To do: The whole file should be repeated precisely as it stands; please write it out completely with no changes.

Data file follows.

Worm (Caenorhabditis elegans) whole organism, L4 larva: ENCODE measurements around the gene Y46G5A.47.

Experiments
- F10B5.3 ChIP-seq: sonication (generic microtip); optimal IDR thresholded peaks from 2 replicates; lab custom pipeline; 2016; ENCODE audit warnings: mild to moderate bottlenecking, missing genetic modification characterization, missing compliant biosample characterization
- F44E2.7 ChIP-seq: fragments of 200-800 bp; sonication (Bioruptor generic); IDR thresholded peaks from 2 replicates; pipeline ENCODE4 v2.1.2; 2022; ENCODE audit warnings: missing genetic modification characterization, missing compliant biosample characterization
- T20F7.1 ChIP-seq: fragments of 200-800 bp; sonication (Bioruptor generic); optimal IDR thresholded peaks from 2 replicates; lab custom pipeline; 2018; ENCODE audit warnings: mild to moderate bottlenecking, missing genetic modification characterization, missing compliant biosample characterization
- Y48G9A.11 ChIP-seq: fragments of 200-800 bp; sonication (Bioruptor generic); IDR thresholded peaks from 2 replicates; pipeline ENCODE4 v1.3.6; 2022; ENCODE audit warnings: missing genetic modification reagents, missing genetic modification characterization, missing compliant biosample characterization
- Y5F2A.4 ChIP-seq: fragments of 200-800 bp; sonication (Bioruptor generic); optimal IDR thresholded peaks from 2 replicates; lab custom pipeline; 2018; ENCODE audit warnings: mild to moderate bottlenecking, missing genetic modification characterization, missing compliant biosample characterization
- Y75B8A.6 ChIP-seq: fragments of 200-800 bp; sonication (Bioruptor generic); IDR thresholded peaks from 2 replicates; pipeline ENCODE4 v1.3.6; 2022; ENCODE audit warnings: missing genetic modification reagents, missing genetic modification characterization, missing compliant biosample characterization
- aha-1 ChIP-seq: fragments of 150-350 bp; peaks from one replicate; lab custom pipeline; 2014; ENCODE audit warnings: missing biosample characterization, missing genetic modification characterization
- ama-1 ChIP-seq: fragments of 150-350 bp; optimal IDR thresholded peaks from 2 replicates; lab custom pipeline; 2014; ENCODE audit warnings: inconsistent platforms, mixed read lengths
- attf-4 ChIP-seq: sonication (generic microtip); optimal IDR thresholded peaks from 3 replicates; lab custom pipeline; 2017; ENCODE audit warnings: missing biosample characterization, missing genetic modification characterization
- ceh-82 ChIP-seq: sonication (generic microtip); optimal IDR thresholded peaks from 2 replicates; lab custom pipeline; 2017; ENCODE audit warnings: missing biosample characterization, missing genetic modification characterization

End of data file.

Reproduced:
Worm (Caenorhabditis elegans) whole organism, L4 larva: ENCODE measurements around the gene Y46G5A.47.

Experiments
- F10B5.3 ChIP-seq: sonication (generic microtip); optimal IDR thresholded peaks from 2 replicates; lab custom pipeline; 2016; ENCODE audit warnings: mild to moderate bottlenecking, missing genetic modification characterization, missing compliant biosample characterization
- F44E2.7 ChIP-seq: fragments of 200-800 bp; sonication (Bioruptor generic); IDR thresholded peaks from 2 replicates; pipeline ENCODE4 v2.1.2; 2022; ENCODE audit warnings: missing genetic modification characterization, missing compliant biosample characterization
- T20F7.1 ChIP-seq: fragments of 200-800 bp; sonication (Bioruptor generic); optimal IDR thresholded peaks from 2 replicates; lab custom pipeline; 2018; ENCODE audit warnings: mild to moderate bottlenecking, missing genetic modification characterization, missing compliant biosample characterization
- Y48G9A.11 ChIP-seq: fragments of 200-800 bp; sonication (Bioruptor generic); IDR thresholded peaks from 2 replicates; pipeline ENCODE4 v1.3.6; 2022; ENCODE audit warnings: missing genetic modification reagents, missing genetic modification characterization, missing compliant biosample characterization
- Y5F2A.4 ChIP-seq: fragments of 200-800 bp; sonication (Bioruptor generic); optimal IDR thresholded peaks from 2 replicates; lab custom pipeline; 2018; ENCODE audit warnings: mild to moderate bottlenecking, missing genetic modification characterization, missing compliant biosample characterization
- Y75B8A.6 ChIP-seq: fragments of 200-800 bp; sonication (Bioruptor generic); IDR thresholded peaks from 2 replicates; pipeline ENCODE4 v1.3.6; 2022; ENCODE audit warnings: missing genetic modification reagents, missing genetic modification characterization, missing compliant biosample characterization
- aha-1 ChIP-seq: fragments of 150-350 bp; peaks from one replicate; lab custom pipeline; 2014; ENCODE audit warnings: missing biosample characterization, missing genetic modification characterization
- ama-1 ChIP-seq: fragments of 150-350 bp; optimal IDR thresholded peaks from 2 replicates; lab custom pipeline; 2014; ENCODE audit warnings: inconsistent platforms, mixed read lengths
- attf-4 ChIP-seq: sonication (generic microtip); optimal IDR thresholded peaks from 3 replicates; lab custom pipeline; 2017; ENCODE audit warnings: missing biosample characterization, missing genetic modification characterization
- ceh-82 ChIP-seq: sonication (generic microtip); optimal IDR thresholded peaks from 2 replicates; lab custom pipeline; 2017; ENCODE audit warnings: missing biosample characterization, missing genetic modification characterization